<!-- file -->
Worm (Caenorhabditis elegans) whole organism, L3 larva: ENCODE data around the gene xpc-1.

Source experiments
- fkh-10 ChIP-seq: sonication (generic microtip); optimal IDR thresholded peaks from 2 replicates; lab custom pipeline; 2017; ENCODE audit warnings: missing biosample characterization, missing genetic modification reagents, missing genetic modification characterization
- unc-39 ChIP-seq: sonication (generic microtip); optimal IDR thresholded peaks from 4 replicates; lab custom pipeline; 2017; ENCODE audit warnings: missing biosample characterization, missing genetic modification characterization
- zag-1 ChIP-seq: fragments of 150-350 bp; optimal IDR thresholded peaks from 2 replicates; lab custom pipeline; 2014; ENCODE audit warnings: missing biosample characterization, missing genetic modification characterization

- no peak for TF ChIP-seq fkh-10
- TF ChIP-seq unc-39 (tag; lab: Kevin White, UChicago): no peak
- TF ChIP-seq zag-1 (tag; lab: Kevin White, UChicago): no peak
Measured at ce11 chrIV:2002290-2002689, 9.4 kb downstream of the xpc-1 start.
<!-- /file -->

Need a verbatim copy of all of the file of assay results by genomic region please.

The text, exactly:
Worm (Caenorhabditis elegans) whole organism, L3 larva: ENCODE data around the gene xpc-1.

Source experiments
- fkh-10 ChIP-seq: sonication (generic microtip); optimal IDR thresholded peaks from 2 replicates; lab custom pipeline; 2017; ENCODE audit warnings: missing biosample characterization, missing genetic modification reagents, missing genetic modification characterization
- unc-39 ChIP-seq: sonication (generic microtip); optimal IDR thresholded peaks from 4 replicates; lab custom pipeline; 2017; ENCODE audit warnings: missing biosample characterization, missing genetic modification characterization
- zag-1 ChIP-seq: fragments of 150-350 bp; optimal IDR thresholded peaks from 2 replicates; lab custom pipeline; 2014; ENCODE audit warnings: missing biosample characterization, missing genetic modification characterization

- no peak for TF ChIP-seq fkh-10
- TF ChIP-seq unc-39 (tag; lab: Kevin White, UChicago): no peak
- TF ChIP-seq zag-1 (tag; lab: Kevin White, UChicago): no peak
Measured at ce11 chrIV:2002290-2002689, 9.4 kb downstream of the xpc-1 start.